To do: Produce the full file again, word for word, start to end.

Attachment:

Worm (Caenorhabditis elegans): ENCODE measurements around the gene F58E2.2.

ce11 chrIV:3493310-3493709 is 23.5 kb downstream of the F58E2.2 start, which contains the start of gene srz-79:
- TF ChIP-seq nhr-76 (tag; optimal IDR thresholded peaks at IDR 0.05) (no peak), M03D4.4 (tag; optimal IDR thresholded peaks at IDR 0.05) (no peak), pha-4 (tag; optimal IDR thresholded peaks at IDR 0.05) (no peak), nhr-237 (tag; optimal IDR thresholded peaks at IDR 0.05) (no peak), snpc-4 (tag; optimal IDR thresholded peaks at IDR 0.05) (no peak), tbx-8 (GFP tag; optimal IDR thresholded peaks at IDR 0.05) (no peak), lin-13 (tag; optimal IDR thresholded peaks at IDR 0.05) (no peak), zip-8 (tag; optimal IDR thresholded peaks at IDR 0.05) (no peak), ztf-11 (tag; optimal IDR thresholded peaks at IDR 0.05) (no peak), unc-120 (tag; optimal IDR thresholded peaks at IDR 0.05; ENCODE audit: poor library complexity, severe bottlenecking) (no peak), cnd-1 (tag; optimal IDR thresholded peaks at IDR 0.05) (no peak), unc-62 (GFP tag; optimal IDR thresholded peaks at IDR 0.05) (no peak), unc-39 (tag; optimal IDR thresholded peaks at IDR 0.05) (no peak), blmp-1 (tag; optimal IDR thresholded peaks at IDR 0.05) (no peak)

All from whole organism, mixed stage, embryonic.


Worm (Caenorhabditis elegans): ENCODE measurements around the gene F58E2.2.

ce11 chrIV:3493310-3493709 is 23.5 kb downstream of the F58E2.2 start, which contains the start of gene srz-79:
- TF ChIP-seq nhr-76 (tag; optimal IDR thresholded peaks at IDR 0.05) (no peak), M03D4.4 (tag; optimal IDR thresholded peaks at IDR 0.05) (no peak), pha-4 (tag; optimal IDR thresholded peaks at IDR 0.05) (no peak), nhr-237 (tag; optimal IDR thresholded peaks at IDR 0.05) (no peak), snpc-4 (tag; optimal IDR thresholded peaks at IDR 0.05) (no peak), tbx-8 (GFP tag; optimal IDR thresholded peaks at IDR 0.05) (no peak), lin-13 (tag; optimal IDR thresholded peaks at IDR 0.05) (no peak), zip-8 (tag; optimal IDR thresholded peaks at IDR 0.05) (no peak), ztf-11 (tag; optimal IDR thresholded peaks at IDR 0.05) (no peak), unc-120 (tag; optimal IDR thresholded peaks at IDR 0.05; ENCODE audit: poor library complexity, severe bottlenecking) (no peak), cnd-1 (tag; optimal IDR thresholded peaks at IDR 0.05) (no peak), unc-62 (GFP tag; optimal IDR thresholded peaks at IDR 0.05) (no peak), unc-39 (tag; optimal IDR thresholded peaks at IDR 0.05) (no peak), blmp-1 (tag; optimal IDR thresholded peaks at IDR 0.05) (no peak)

All from whole organism, mixed stage, embryonic.